Aug 27, 2011

Painting the Bridge

In case you've ever wondered: 

"Any Joe on the street can call himself a landscape designer. You don't need a degree. You don't need a license. That's a huge difference [compared to a Landscape Architect]." 
That's the wisdom of Dominic Zuccarelli, a 21-year-old landscape architecture major at Purdue University, as quoted by the Northwest Indiana Times

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Bristle as I may at young Mr. Zuccarelli's assessment of my profession, I must admit (and actually have) that he's right. Which accounts for the volume of do-it-yourself advice out there… and the legions of disappointed do-it-yourself garden designers.

Another mess by some Joe on the street
Because as approachable as landscape design may be, it still is a process. To do it well one must digest lots of data and evaluate lots of variables. Getting to know yourself is a good, and necessary, first step; but at some point you also have to execute. And for most of us, a landscape renovation is a bigger undertaking than we can finish in a weekend. Oh, sure, it starts well enough: old plants are removed, new borders are marked out with a length of hose, deck boundaries are spray-painted on the ground.

Now, fast-forward a few weeks. Perhaps you've bought a carload of pretty flowers at the nursery, certain that would motivate you. But has your soil been amended? New irrigation lines installed? If you're anything like me, it's a good bet that length of hose remains unmoved, deck post holes undug. The new plants probably look about as bad as the old ones did. And worst of all, the rest of your life keeps churning along with endless distractions to keep you from completing this "simple" project.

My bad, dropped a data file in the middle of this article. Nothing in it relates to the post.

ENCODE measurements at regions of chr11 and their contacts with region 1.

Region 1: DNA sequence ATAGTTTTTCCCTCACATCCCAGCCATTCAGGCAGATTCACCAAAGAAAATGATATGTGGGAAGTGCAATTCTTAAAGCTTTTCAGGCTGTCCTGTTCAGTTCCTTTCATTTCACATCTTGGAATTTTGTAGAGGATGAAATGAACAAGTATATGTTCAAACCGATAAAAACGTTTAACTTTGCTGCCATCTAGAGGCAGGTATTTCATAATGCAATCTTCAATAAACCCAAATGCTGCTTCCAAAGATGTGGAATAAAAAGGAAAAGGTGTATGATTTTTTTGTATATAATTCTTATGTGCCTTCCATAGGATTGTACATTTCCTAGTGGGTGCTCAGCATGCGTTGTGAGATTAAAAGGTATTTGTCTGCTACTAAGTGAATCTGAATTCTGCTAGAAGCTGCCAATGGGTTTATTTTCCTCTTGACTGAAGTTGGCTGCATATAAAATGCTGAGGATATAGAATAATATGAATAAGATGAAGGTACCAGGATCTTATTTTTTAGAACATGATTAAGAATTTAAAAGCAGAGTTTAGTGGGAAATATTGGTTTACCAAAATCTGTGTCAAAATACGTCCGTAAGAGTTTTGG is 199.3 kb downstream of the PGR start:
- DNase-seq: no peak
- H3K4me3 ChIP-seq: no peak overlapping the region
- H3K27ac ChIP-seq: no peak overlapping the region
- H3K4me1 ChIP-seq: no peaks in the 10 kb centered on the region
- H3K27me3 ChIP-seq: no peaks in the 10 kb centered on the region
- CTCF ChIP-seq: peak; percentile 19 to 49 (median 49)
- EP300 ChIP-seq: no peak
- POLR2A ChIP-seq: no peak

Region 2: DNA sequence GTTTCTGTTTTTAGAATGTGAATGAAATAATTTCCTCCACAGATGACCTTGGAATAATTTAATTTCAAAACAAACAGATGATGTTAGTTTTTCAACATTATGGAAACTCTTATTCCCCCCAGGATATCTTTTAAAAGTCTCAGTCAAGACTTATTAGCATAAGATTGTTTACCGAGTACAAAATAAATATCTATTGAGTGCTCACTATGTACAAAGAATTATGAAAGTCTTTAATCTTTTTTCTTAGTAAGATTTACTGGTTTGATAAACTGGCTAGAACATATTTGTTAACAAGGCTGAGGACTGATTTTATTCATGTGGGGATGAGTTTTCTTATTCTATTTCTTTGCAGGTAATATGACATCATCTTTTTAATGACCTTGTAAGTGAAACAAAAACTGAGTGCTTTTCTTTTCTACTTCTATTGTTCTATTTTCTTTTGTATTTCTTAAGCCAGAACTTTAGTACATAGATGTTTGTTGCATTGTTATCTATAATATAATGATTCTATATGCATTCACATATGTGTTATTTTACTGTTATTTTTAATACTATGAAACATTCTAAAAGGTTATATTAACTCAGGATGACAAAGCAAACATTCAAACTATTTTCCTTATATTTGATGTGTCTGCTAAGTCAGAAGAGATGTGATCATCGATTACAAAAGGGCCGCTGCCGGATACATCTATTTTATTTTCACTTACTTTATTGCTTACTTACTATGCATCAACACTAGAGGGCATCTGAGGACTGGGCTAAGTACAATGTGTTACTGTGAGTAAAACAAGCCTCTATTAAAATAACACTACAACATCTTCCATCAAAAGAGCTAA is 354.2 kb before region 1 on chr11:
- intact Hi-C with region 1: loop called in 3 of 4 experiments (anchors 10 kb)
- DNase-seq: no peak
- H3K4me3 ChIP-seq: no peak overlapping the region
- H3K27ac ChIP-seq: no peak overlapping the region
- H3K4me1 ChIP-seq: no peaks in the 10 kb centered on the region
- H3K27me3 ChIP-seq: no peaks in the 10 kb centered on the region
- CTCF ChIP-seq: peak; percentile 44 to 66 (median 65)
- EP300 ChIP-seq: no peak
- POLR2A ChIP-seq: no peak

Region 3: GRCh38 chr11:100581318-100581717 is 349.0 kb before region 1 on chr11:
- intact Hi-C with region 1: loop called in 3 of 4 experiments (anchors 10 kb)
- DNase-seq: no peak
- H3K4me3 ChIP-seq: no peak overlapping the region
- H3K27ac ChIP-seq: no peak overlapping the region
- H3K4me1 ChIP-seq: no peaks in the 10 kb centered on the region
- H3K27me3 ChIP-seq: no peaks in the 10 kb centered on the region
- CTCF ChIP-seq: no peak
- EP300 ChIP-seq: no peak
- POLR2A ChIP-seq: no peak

I find landscaping can be a bit like the old myth about painting the Golden Gate Bridge: by the time you finish, it's time to start over. The "new" plants have outgrown their space or just plain died. You'd replace them, but you can't quite remember what you meant to do the first time around, and you really don't have the time or energy anyhow. So the too-big shrubs keep getting bigger, and the too-thirsty groundcover withers away, and your landscape never looks quite the way you imagined.

This is where the professional — whether landscape designer or landscape architect — comes in. Hiring a professional creates efficiency: they streamline your process, creating a logical roadmap from idea to execution. They also document the process, so you have a record of what should be done, where, and how. The documentation allows you to install your landscape in phases, starting and stopping the work as necessary and logical. It also allows other professionals — this time, the landscape contractor — to take on and complete your project in a timely manner, to a higher level of finish than most of us could dream of.

Yes, it all costs money. And it's anathema to the hardcore do-it-yourselfer, who would rather live with a half-finished (equals half-unfinished) yard than rely on someone else to uncover its potential. But frankly, I've got better things to do with my life than to keep painting that bridge. Don't you?